Formula 1 is considering sprint races to replace traditional F1 Saturday qualifying at three tracks in 2021.
The new format has been proposed as a trial for F1 Grands Prix at Montreal, Monza and Interlagos.
New F1 chief executive Stefano Domincali has said that the new format is just one more way to try to attract new fans to Formula 1.
Formula 1 CEO Stefano Domenicali’s Saturday sprint race idea is gaining momentum and apparently acceptance.
The FIA confirmed last week that the proposed shakeup of the traditional F1 race weekend format is set to be tested at three circuits in 2021. A sprint race of yet-to-be-determined length is slated to replace one round of practice and would be used in place of traditional qualifying. The results from the sprint race would then set the grid for the main event on Sunday.
The proposed Saturday sprint would also involve points being awarded to the top-finishing drivers. The move is designed to spice up the race weekend and draw more attention to Saturday’s on-track activity.
“I like this idea more than reverse grids,” McLaren driver Daniel Ricciardo said on Monday. “The best guys from the best teams will still be ahead, so it’s nothing really artificial. I like the idea of more races and less practice.”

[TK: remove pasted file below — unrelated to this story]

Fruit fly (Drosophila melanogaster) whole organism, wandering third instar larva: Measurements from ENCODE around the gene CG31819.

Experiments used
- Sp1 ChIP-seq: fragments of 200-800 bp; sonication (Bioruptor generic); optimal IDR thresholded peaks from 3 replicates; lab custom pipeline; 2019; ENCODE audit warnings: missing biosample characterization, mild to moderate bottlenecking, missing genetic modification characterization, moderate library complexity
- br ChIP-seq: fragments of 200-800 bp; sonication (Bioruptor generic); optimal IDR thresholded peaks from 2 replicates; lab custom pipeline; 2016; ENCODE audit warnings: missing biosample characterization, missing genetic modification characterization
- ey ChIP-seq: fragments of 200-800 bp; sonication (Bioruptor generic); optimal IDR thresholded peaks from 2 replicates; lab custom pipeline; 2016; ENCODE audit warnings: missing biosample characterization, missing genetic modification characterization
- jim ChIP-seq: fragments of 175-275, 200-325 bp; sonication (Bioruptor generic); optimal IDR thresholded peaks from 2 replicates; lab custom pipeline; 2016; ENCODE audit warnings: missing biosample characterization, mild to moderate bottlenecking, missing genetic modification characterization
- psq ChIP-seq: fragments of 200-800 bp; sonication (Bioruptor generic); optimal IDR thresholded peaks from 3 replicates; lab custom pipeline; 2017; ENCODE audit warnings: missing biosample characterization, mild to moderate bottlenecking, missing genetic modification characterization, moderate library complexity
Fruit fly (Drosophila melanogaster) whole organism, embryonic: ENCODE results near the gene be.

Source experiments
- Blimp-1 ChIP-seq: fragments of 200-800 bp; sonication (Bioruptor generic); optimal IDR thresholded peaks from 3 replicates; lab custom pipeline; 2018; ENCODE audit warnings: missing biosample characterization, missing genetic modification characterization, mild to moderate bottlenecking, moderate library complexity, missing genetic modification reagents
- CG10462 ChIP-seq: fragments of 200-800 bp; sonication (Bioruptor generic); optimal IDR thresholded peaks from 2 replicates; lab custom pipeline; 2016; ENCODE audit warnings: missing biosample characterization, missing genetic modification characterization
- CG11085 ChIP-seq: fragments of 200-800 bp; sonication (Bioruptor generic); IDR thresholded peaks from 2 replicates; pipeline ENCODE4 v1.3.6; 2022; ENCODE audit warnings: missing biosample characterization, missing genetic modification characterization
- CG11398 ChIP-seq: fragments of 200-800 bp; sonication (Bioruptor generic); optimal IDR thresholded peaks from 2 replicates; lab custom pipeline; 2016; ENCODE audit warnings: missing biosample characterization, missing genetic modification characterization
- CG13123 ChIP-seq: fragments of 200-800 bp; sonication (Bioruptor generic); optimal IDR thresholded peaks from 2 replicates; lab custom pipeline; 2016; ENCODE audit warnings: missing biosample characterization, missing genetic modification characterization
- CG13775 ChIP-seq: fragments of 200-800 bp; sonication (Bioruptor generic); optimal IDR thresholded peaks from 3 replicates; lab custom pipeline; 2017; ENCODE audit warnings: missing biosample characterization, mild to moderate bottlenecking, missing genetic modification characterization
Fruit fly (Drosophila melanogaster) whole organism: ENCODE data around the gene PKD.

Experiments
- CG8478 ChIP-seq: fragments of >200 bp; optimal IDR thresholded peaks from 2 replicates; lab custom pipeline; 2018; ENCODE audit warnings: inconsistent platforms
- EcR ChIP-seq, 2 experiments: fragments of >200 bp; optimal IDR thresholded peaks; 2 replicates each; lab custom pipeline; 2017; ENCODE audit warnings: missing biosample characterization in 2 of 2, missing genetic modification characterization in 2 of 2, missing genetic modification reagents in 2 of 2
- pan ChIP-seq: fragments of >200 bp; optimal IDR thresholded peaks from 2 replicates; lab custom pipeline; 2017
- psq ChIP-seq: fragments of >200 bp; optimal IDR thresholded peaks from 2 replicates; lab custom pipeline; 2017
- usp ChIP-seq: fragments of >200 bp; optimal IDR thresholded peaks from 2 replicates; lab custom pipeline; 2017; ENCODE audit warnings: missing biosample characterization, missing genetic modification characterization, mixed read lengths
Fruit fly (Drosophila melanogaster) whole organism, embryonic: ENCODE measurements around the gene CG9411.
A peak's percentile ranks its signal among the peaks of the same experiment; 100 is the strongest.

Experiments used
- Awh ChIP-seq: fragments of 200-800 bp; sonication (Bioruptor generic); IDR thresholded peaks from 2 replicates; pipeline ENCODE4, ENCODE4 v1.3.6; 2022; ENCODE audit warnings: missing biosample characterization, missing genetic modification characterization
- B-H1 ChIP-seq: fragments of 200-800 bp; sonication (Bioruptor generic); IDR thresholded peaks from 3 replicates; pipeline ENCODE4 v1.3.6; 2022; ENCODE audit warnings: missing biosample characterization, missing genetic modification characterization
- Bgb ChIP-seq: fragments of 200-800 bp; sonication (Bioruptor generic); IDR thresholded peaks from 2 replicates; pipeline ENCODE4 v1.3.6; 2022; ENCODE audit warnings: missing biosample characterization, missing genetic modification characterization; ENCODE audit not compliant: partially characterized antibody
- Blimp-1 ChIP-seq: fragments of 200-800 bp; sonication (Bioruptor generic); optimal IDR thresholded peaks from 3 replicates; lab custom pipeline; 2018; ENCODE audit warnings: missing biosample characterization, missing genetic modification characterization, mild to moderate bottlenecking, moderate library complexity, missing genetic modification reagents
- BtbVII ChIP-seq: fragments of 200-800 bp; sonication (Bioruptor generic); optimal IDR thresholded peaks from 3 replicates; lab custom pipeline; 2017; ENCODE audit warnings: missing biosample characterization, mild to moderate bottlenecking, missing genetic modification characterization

However, Ricciardo said F1 needs to be careful not to tinker too much with its basic traditions of rewarding the best and the fastest car-driver combinations.
“I don’t want winning in Formula 1 to become easier so that the value of a win is diminished,” said Ricciardo, who will pair with Lando Norris at McLaren in 2021. “If that is taken into account, then I’m open to this idea.”
Red Bull official Dr Helmut Marko also likes the idea of F1 sprint racing.
“I think it’s a good decision—we’ve had too many boring races. It’s also good that these races will involve points. We have found three suitable tracks on which it is possible to overtake to try it,” said Marko, referring to the proposed us of the format for Grands Prix at Montreal, Monza and Interlagos.
McLaren Formula 1 team principal Andreas Seidl added on Monday: “We don’t want to artificially change the order of the drivers, as would be the case with reverse grids. The working group will try to study everything as quickly as possible because the devil is always in the detail. But we look forward to trying something new and seeing how it works.”
The 2021 Formula 1 season is schedule to begin March 28 in Bahrain.